The film’s plot gets going in a hurry as a group of young hoodlums attempt to rob a young woman on her way home. The robbery is interrupted when a meteor crashes into the car next to them and an alien is revealed to be inside. The gang chases the alien down and kill it, taking it back to their “block’s” (a low income housing building) drug dealer/leader for safe keeping. When the group sees more meteors falling from the sky they head out to the closest one to kill more aliens; what they get is more than they expected.
The film is low budget and contained to roughly one locale and its surrounding grounds but it works nonetheless. The script is very smart and clever, writing in a lot of plot points that validate the small scope of the film. The aliens themselves are very simple, basically shadows with glowing jaws, but the film again does a great job of validating their potentially cheap look. The effects do look quite good though, especially in the big shots that need to look believable. The way the plot unfolds is also quite clever as characters keep intertwining with one another unexpectedly and I really liked the rationale for why the aliens are hunting these particular kids; even if the dialogue explaining it was the most forced bit of the movie.
The film is fun and while there are some scares and a couple tense scenes, the film is supposed to be a good time first and foremost. Making things so fun is a great group of characters that we can easily get behind and root for as they run for their lives. I really liked how the film redeems and reconciles relationships among our cast of characters, and in a way I can believe in as well. Our heroes aren’t safe either, with our main protagonist, Moses, getting injured in nearly the opening frame. The film can be gruesome and sweet, and Cornish does an amazing job of balancing those emotions and everything in-between. The score by Steven Price is excellent by the way, the soundtrack as well.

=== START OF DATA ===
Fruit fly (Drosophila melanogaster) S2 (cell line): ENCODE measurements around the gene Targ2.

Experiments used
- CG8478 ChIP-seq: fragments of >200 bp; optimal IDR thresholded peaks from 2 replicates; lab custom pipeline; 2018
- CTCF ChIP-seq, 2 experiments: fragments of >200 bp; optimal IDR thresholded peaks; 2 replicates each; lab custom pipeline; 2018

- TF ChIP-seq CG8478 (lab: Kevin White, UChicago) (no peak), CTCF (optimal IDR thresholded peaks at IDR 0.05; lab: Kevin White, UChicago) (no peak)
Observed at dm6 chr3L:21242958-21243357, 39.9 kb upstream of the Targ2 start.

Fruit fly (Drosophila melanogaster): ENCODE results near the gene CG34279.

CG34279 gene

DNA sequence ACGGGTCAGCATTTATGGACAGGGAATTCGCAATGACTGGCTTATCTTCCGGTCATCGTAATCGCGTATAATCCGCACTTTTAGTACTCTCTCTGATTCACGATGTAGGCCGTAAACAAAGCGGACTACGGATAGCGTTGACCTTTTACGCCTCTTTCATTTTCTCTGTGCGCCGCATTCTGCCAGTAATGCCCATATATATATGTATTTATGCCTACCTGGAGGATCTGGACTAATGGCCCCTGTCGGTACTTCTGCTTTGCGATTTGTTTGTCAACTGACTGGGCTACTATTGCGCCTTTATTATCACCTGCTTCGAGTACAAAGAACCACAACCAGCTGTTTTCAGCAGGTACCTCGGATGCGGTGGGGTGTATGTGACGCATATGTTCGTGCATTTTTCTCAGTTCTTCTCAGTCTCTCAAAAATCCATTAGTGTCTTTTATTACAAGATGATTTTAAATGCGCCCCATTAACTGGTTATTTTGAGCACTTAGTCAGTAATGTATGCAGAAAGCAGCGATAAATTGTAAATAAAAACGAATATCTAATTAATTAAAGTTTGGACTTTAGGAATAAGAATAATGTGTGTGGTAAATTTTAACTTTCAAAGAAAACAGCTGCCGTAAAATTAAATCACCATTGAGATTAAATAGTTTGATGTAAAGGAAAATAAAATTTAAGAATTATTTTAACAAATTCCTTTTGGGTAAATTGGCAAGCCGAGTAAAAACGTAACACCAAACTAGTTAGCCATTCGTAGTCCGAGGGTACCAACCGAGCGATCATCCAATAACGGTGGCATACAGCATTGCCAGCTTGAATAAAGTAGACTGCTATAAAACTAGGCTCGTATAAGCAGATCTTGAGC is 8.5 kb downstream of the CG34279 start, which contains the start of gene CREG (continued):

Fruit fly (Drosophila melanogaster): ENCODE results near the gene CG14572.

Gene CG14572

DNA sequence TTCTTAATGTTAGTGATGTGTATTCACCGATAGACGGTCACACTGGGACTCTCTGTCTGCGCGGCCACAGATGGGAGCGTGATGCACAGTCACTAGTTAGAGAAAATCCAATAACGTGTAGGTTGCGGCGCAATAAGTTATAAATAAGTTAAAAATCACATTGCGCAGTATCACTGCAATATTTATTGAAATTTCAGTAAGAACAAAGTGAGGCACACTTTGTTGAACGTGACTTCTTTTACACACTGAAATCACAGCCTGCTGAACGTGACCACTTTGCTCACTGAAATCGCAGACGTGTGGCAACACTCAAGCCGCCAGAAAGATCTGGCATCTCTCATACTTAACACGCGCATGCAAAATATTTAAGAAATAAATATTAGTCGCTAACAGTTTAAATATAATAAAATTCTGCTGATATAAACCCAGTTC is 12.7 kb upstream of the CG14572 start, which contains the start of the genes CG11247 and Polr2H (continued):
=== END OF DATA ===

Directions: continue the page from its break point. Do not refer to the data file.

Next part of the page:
I don’t have any complaints with the film really, just a couple wishes for what could have been. The film’s scale and budget is used to near perfection, but I still felt like the action was a bit slow at times. Some cool moments are diminished by not quite living up to their full potential, but again, these things didn’t ruin the movie by any means.
The cast makes the characters work as good as they do and it starts with our hero, Moses. Yeah the name is a bit on the nose but John Boyega plays him with fantastic realism. The kid feels left behind and always on the defense, forced into a life he knows he shouldn’t be going down. The film uses the character to display some sad social commentary as well and I wish they would have gotten into that a bit more to be honest. Jodie Whittaker is cute, yet strong, as Sam who gets paired up with Moses after being his victim in the opening. Whittaker’s presence is strong and honest to the situation and I really hope to see more of her down the line. Alex Esmail provides a lot of the film’s comic relief and he is sure to find more work, as this is his first time doing anything acting wise, and he excels. Jumayn Hunter is fun and purposefully over the top as our human villain of the picture, though his character Hi-Hatz avoids demise way too frequently for my tastes.
In the end, Attack the Block is a really fun and entertaining genre film out of England. Joe Cornish proves to be a solid script writer and director here, making the absolute most out of his budget. Creative and affective creature designs lend themselves well to the enjoyment of the picture and work really well considering the film’s budget. Horror and comedy fans will both get a kick out of the picture and I am sure we will see a lot from the players involved here down the line.
Attack the Block is a B